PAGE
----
World Rugby has a luxury problem – not the niggles and quibbles interlinked with an introduction to the Olympic Games, not the deflated mood surrounding the other new Olympic sport golf, but an on-field conundrum: how can Olympic rugby possibly top last year’s Rugby World Cup? There seems only one way: by the Fiji national team winning the Rugby Sevens tournament in Rio de Janeiro.

Last year’s tournament on English soil was spectacular, an advert for professional sport. In the run-up to the tournament, the All Blacks had been eulogised and praised. They had been lauded and heralded – even in the minds of South Africa’s coach Heyneke Meyer, on the wrong end of a brutal battering in the semi-finals, and former Kiwi legend Sir Graham Henry, the crop of All Blacks (as the New Zealand national rugby team are known) had transcended their own myth and might.

Those prophecies and thoughts turned out to be accurate as the eighth Rugby World Cup climaxed with a trans-Tasman blockbuster final at the Twickenham Stadium in London between New Zealand and Australia, culminating in a resounding 34-17 victory for the All Blacks.


A superb tournament

Nothing befitted the six-week roller-coaster ride of high quality rugby more than the Kiwis lifting the Web Ellis Cup with one last class act, starring the impeccable Dan Carter. It was on the second day that Japan truly galvanised the tournament, masterminding an upset of Herculean proportions by humiliating the Springboks of South Africa in Brighton 34-32 in a game of heart-wringing moments, punctuated by an amalgam of Japanese application, speed and courageous decision-making. It simply was a game for the ages.


Even the knockout phase, often the manifestation of conservative, low-scoring encounters of tight and tense rugby, provided cut-throat action with plenty of dramatic narratives. In the end, as if the World Cup had been an open-and-shut-case from the start, New Zealand were simply the best team.

They demonstrated superb application, but also sportsmanship. That was a feature throughout the World Cup: big, burly men, who played with a ferocious intensity, but never engaged in any of football’s prima donna behaviour. Rugby is brutal and battering, but its players are often advertorials for fair play. That same gentle spirit will pervade in Rio too.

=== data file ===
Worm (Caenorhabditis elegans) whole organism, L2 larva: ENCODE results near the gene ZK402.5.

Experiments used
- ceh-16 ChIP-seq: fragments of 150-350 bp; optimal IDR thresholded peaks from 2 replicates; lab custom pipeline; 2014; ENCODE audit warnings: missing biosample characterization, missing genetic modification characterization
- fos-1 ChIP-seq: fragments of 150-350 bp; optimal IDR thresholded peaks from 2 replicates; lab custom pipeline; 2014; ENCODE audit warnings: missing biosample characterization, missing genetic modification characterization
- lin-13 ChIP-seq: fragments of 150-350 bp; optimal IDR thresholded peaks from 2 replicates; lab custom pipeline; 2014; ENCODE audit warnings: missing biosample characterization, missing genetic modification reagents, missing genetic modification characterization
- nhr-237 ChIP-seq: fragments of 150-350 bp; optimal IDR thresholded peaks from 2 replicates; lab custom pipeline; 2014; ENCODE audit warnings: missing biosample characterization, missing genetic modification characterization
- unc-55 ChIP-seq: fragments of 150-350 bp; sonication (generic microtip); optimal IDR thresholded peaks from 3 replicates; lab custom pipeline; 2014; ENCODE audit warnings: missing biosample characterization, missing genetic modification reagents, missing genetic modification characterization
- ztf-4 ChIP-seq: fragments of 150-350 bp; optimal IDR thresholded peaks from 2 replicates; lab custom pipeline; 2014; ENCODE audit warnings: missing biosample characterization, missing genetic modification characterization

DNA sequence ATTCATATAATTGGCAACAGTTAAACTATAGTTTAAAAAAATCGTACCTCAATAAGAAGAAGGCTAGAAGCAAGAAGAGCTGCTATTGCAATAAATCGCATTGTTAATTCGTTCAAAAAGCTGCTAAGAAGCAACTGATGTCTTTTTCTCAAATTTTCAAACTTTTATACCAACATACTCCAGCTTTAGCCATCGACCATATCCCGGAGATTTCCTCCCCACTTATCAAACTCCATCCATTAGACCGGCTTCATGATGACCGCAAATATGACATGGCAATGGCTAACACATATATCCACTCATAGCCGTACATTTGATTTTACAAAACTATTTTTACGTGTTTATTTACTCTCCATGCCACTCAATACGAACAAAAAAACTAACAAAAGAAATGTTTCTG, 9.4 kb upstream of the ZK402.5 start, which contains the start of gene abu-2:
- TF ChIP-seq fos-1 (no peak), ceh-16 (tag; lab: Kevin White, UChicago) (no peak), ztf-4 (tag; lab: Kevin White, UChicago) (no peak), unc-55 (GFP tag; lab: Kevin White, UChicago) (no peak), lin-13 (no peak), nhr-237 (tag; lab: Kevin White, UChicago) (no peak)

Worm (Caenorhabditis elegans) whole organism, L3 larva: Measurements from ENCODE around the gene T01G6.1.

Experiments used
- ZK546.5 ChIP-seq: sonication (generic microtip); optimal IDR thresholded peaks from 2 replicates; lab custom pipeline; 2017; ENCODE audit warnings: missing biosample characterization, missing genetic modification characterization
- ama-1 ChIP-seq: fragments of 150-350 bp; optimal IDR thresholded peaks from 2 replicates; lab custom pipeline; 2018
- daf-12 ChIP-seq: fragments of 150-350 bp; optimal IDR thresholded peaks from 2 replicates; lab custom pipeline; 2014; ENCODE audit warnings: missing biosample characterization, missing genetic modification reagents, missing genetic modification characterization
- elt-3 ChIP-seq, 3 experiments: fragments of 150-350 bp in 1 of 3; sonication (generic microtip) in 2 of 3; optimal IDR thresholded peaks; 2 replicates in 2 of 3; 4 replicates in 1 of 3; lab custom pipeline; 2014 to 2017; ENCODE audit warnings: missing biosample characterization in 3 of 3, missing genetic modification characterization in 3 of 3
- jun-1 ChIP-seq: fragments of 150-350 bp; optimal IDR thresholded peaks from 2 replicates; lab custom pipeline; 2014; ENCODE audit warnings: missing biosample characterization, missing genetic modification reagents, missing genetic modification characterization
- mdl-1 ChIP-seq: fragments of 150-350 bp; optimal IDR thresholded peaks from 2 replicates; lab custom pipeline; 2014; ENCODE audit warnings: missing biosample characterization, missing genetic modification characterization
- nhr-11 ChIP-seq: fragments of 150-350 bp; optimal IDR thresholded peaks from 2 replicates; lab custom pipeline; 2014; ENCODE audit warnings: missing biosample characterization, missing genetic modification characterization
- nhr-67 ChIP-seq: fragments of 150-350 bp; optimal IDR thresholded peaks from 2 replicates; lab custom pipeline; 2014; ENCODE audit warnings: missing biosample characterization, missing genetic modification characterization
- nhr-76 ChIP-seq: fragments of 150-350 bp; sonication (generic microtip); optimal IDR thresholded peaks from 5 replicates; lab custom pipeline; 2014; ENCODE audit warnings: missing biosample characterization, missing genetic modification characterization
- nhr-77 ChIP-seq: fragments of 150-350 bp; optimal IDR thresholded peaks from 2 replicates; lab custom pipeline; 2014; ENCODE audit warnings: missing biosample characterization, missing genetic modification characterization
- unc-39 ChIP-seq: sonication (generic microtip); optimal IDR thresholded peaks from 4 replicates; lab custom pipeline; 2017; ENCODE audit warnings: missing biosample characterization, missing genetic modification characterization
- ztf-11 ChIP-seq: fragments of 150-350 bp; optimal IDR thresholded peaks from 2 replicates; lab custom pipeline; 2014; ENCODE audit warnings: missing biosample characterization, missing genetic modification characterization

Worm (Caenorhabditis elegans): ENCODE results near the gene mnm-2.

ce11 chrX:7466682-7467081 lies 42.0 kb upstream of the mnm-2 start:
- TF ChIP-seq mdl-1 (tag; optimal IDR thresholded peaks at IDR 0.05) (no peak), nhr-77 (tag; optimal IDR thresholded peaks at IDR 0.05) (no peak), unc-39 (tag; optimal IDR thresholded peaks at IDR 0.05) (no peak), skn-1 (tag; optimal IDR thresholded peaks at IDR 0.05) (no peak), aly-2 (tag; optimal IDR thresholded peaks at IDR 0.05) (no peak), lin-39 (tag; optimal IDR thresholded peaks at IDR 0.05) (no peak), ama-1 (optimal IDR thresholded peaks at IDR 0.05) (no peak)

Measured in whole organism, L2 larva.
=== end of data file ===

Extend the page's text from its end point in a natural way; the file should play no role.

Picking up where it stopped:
In all, the Rugby World Cup was perfect, so what’s the point of Olympic rugby? The globalisation of the game, naturally. It is the buzzword that drives sports administration. Expansionism entails more money, and more perks. At the same time, more financial resources allows for sport development.

Fast and furious

Last year’s Twickenham blockbuster needed a sequel and rugby sevens is the ideal lubricant to achieve another roller coaster rugby tournament. This version of the game is the anti-thesis of rugby union, often, for the layman, a bemusing and ungainly lateral stasis of vertical passing and drawn-out, repetitive scrums. Rugby sevens is fast and furious, rugby’s Twenty20 version. Indeed, Rahul Dravid would play rugby union, Mahendra Singh Dhoni rugby sevens.

A sevens team features two props, a hooker, a “number nine”, the halfback, and a “number ten”, the first man off the ruck. There is also a centre and a winger. A few utility men cover a number of positions. They all have to cover acres and exploit space. They have to get back in line after defending and get back in line after attacking. In short, rugby sevens is a demanding and specialised sport, no longer the good-for-nothing, poor cousin of rugby union.

In Rio, the International Olympic Committee and World Rugby bank on rugby’s sex appeal. At last year’s Pan American Games in Toronto, the competition, in its second edition, drew sell-out crowds with a rapturous atmosphere as the hosts won both the men’s and women’s tournament. For hosts Brazil, a gold medal is utopian, but a quarter-final, like in Toronto, may be possible. In Group A, they have a crunch game with South American neighbours Argentina.

But Brazil and Spain, who, in a gargantuan shock eliminated much-fancied Samoa, remain the only two outsiders in Rio de Janeiro, in spite of rugby sevens’ global popularity, in particular in South America, Asia, Africa and the Middle East. South Africa, Australia, New Zealand and France are among the household names present in Brazil.

And, then there are the Fijians, supposedly the best team in the world. They will go in search of Fiji’s first ever medal since the country’s Olympic debut with a five-member team at the Melbourne Olympic Games in 1956. They excel in the turbo-charged game and, as tiny island underdogs, may well outplay their local rivals New Zealand and Australia to win gold. Now, that would be rugby at its endearing best.

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